Natural innate environment of the host, the oral epithelium, polymorph nuclear leukocytes (neutrophils) and saliva, all concurrently and solitarily bestow to the biofilm bacteria by production of HDPs. This involves several salivary antimicrobial peptides, the β-defensins manifested in the epithelium, the α-defensins expressed in neutrophils, and the Cathelicidin, LL-37, in both epithelium and neutrophils [7]. The oral epithelium is highly specific, and the AMP expression of anti-microbial proteins is differentially regulated by different periodontal pathogens suggesting that a specific antimicrobial ‘‘cocktail’’ constitutes the physiological response to individual pathogens. The gingival sulcus has a challenging mission-to maintain the epithelial barrier around the tooth, which penetrates the mucosa. To hinder the down-growth of bacteria and to sustain the junctional epithelial barrier there is a high presence of AMPs in the sulcus, due to the high inflammatory activity, even at clinically healthy sites. The high bacterial load in sulcus in itself also induces AMP-expression through toll-like receptor (TLR) and nucleotide oligomerization domain (NOD) signalling, causing a feedback loop [5] (Table 1).

Table 1:Expression sites of Host defence peptides.


Defensins are short, cationic, low molecular weight (4-5kDa) peptides with 6-8 cysteine residues which form 3-4 intramolecular disulfide bonds. Human defensins are classified as α, β and θ on the basis of their length, location, position of cysteine and folding of peptide chains. These innate defence molecules can kill all kinds of Gram‑positive and negative bacteria, fungi as well as viruses such as herpes simplex [8].

Alpha‑defensins are further subclassified into six types, four of the six α-defensins, human neutrophil peptide -1, -2, -3, and -4, are synthesized and stored in neutrophil granules. These neutrophils are nearly identical in amino acid sequences, but the N-terminus of hNP-1 ends with alanine (Ala) and aspartate (Asp) for hNP-3. These changes affect defensin antimicrobial spectrum. In a healthy human, hNP-1 to 3 is most abundantly present in saliva (around 99%). The levels of hNP-4 are roughly 100 folds lower. The hNP‑1 or hNP‑2 actively destroy Staphylococcus aureus, Pseudomonas aeruginosa and Escherichia coli as compared to hNP‑3 and hNP‑4 which are active against Candida albicans, E. coli and Streptococcus faecalis [5,9].

In the β-defensin subfamily only hBD -1, -2 and -3 are substantially expressed in the oral cavity. HBD-1 and hBD-2 peptides are localized in differentiated epithelial cells inside the suprabasal layers of standard gingival epithelium, whereas hBD-3 peptide is expressed in undifferentiated epithelial cells within the basal layer, signifying a potential role for hBD-3 as a mediator to signal the underlying connective tissue cells [2]. hBD‑1 obstructs normal flora from becoming opportunistic and is expressed continuously; on the other hand, hBD‑2 and‑3 are more effective against almost all pathogens and are induced in response to bacterial lipopolysaccharides (LPS), tumor necrosis factors (TNF‑α), pro‑inflammatory mediators (interleukins1-β [IL‑1 β] and interferons [8].

Cathelicidins (LL‑37)

These belong to the α‑helical peptides family, do not have cysteine and are located at the carboxyl terminus of a 15-18kDa highly conserved cathepsin‑L‑inhibitor (cathelin)‑like domain [7]. It is a multifunctional peptide, comprising of 37 amino acids. Active against gram positive and gram negative bacteria’s, it directly binds to the LPS of bacterial cells. By activating antigen-presenting cells, it presents as a hemoattractant for immune cells, including monocytes, T cells, etc. There is a specific correlation amongst multiplication in LL-37 levels and periodontal inflammation. Their mode of action involves intracellular killing of the phagosomes after phagocytosis of the bacteria, where the AMP in the neutrophil is severed into a fully developed peptide.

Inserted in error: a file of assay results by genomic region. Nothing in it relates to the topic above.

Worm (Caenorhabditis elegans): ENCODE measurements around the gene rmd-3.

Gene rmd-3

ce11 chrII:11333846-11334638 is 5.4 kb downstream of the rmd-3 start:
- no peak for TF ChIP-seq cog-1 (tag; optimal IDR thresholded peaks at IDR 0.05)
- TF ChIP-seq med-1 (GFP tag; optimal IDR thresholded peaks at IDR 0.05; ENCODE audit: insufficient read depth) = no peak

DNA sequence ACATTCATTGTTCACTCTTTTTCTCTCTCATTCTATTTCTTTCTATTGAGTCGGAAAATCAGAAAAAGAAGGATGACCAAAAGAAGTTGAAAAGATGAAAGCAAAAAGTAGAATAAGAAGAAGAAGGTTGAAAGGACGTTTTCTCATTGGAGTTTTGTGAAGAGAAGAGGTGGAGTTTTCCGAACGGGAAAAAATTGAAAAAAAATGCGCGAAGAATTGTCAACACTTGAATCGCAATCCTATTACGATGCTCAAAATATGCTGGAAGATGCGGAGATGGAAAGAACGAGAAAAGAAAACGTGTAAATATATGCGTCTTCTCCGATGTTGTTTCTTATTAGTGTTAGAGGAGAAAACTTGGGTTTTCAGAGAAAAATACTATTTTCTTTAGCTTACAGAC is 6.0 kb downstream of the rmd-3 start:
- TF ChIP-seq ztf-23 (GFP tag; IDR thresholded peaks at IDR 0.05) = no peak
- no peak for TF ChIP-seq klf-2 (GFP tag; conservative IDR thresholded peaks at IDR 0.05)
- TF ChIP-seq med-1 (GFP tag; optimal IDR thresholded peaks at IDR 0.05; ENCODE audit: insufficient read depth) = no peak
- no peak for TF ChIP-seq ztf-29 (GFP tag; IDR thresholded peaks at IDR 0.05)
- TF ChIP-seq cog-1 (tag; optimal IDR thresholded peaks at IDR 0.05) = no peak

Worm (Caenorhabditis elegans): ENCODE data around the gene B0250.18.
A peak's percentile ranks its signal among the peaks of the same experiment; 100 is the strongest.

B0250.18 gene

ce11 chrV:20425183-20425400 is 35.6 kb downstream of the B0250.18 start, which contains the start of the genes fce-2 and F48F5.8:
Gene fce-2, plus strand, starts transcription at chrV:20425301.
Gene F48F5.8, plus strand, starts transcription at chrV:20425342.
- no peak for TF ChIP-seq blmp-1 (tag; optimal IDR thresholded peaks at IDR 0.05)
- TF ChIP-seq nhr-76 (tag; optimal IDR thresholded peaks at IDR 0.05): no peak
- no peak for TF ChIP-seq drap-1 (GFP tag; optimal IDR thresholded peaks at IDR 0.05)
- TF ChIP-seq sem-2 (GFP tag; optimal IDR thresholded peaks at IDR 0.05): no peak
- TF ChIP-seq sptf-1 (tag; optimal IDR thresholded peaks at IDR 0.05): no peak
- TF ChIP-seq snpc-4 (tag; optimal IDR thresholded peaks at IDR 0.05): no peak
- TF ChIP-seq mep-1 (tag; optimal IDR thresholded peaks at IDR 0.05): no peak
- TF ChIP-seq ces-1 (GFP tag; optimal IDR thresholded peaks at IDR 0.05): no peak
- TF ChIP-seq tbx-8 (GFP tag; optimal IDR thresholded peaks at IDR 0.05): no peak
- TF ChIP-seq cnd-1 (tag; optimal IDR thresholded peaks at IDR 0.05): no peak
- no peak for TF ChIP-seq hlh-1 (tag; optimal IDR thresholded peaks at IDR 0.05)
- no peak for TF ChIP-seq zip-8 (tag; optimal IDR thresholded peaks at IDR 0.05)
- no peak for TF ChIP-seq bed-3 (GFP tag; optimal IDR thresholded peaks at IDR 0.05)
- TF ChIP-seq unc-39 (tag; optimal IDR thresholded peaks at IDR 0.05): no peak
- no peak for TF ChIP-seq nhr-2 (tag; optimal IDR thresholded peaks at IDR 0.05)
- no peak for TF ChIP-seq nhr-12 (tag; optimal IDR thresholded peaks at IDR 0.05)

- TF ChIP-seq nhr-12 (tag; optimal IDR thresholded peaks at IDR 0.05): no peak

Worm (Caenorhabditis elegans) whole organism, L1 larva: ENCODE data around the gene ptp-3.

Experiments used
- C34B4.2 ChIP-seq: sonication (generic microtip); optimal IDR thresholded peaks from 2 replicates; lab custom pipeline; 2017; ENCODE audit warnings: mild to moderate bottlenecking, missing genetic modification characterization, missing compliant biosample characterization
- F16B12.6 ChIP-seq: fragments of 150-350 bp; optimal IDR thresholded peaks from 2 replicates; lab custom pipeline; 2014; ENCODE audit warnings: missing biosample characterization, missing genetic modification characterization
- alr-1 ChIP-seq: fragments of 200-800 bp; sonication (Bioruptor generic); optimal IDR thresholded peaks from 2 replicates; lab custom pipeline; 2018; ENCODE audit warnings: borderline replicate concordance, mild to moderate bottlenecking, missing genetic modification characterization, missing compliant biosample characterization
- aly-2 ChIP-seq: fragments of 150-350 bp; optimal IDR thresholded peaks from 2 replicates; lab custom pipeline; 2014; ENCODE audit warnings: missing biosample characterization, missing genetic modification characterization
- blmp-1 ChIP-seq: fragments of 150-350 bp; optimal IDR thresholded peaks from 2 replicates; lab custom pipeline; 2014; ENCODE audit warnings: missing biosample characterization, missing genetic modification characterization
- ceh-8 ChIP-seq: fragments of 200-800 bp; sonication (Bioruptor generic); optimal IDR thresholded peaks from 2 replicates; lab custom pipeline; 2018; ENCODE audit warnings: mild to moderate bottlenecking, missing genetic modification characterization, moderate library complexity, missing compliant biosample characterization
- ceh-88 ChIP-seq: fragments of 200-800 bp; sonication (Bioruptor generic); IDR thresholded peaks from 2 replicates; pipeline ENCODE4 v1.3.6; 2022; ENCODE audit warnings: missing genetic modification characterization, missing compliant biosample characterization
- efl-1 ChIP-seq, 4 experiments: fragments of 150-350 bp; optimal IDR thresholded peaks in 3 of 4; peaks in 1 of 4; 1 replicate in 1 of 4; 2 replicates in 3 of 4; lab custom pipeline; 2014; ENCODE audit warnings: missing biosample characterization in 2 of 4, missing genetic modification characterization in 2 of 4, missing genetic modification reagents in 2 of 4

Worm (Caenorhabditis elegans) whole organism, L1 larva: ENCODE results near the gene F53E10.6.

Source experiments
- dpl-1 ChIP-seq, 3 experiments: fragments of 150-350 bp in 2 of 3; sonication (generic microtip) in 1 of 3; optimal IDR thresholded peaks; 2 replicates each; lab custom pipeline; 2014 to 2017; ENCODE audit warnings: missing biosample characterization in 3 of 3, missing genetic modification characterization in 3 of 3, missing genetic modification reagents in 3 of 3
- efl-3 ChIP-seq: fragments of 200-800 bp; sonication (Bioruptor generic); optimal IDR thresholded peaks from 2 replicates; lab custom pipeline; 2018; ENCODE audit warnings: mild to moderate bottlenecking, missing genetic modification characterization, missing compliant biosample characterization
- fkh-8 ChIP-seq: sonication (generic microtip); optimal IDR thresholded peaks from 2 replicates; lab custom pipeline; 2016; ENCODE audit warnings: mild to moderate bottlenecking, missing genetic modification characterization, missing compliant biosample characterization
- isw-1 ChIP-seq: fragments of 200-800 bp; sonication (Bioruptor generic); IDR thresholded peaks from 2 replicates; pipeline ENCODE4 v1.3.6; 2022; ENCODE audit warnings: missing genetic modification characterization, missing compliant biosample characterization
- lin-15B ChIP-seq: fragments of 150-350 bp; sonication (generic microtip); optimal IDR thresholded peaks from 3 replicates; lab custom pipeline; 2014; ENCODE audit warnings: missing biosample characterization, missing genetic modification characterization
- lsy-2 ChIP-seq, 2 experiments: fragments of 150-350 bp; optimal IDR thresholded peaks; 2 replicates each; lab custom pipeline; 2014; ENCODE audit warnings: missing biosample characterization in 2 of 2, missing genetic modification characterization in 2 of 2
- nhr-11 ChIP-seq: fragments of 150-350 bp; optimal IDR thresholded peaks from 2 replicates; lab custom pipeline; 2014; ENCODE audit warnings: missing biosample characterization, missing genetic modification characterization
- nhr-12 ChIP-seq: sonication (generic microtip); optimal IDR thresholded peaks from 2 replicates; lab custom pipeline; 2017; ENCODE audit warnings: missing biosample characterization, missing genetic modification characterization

Histatins are a family of salivary proteins with low molecular weight cationic peptides synthesized by the parotid and submandibular salivary ducts cells at around 50-425lg/ml in healthy adults. Histamine 1, 3 and 5 are found to be predominant of the total histatin proteins (85%) in the saliva. They have a major role in fungicidal activity, having a noteworthy role in oral candidiasis restraint, especially histatin-5, which also has bactericidal activities against Porphyromonas gingivalis and Streptococcus mutans [8,10].


Adrenomedullin is a cationic amphipathic peptide with one disulfide bond. This HDP is present mostly in the GCF and saliva with larger concentrations in whole saliva approximately 55-65pg/mL. It is effective against both Gram‑positive and Gram‑negative bacteria of the oral cavity. Adrenomedullin is increased in periodontally affected sites as compared to healthy sites [10].


Statherin is a 5.4kDa peptide belonging to the histatin/ statherin family present in GCF and saliva. This HDP hinders the growth of anaerobic bacteria isolated from the oral cavity and also restrains the crystallization of calcium phosphate thus preventing plaque formation.


It is a 37kDa cationic antimicrobial protein expressed in azurophil granules of neutrophils. Azurocidin is a 251‑amino acid protein and consists of two cysteine residues in positions 52 and 68. They have a strong affinity for LPS and therefore exhibit strong antibacterial properties towards Gram‑negative bacteria.

C-C motif chemokine 28

This is a 128-amino acid peptide, which is principally expressed in a variety of epithelial cells, and salivary glands. C–C motif chemokine acts both as a broad-spectral antimicrobial agent and as chemokine [5,11].